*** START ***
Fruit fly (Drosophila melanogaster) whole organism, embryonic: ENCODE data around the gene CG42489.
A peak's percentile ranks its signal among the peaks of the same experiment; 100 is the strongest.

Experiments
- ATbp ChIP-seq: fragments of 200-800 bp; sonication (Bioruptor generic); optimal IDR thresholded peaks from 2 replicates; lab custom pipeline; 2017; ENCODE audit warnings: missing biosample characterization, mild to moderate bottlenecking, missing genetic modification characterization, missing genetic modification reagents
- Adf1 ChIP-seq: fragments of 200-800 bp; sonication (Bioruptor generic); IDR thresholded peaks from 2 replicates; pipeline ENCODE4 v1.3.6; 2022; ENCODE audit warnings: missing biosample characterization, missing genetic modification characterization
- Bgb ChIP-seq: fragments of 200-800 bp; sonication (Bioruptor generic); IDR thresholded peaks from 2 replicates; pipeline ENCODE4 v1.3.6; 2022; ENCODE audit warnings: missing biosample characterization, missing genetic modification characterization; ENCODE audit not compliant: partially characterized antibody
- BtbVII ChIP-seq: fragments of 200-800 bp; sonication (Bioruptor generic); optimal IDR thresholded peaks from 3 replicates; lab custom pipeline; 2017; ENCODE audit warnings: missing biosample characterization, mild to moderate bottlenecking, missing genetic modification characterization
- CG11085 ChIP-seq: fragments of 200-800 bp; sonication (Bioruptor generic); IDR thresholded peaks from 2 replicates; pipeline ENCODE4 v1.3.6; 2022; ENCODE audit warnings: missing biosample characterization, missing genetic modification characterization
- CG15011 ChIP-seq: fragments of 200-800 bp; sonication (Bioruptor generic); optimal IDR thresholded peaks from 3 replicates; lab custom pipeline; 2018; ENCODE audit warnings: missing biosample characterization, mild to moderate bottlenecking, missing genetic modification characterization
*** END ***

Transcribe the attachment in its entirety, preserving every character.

Fruit fly (Drosophila melanogaster) whole organism, embryonic: ENCODE data around the gene CG42489.
A peak's percentile ranks its signal among the peaks of the same experiment; 100 is the strongest.

Experiments
- ATbp ChIP-seq: fragments of 200-800 bp; sonication (Bioruptor generic); optimal IDR thresholded peaks from 2 replicates; lab custom pipeline; 2017; ENCODE audit warnings: missing biosample characterization, mild to moderate bottlenecking, missing genetic modification characterization, missing genetic modification reagents
- Adf1 ChIP-seq: fragments of 200-800 bp; sonication (Bioruptor generic); IDR thresholded peaks from 2 replicates; pipeline ENCODE4 v1.3.6; 2022; ENCODE audit warnings: missing biosample characterization, missing genetic modification characterization
- Bgb ChIP-seq: fragments of 200-800 bp; sonication (Bioruptor generic); IDR thresholded peaks from 2 replicates; pipeline ENCODE4 v1.3.6; 2022; ENCODE audit warnings: missing biosample characterization, missing genetic modification characterization; ENCODE audit not compliant: partially characterized antibody
- BtbVII ChIP-seq: fragments of 200-800 bp; sonication (Bioruptor generic); optimal IDR thresholded peaks from 3 replicates; lab custom pipeline; 2017; ENCODE audit warnings: missing biosample characterization, mild to moderate bottlenecking, missing genetic modification characterization
- CG11085 ChIP-seq: fragments of 200-800 bp; sonication (Bioruptor generic); IDR thresholded peaks from 2 replicates; pipeline ENCODE4 v1.3.6; 2022; ENCODE audit warnings: missing biosample characterization, missing genetic modification characterization
- CG15011 ChIP-seq: fragments of 200-800 bp; sonication (Bioruptor generic); optimal IDR thresholded peaks from 3 replicates; lab custom pipeline; 2018; ENCODE audit warnings: missing biosample characterization, mild to moderate bottlenecking, missing genetic modification characterization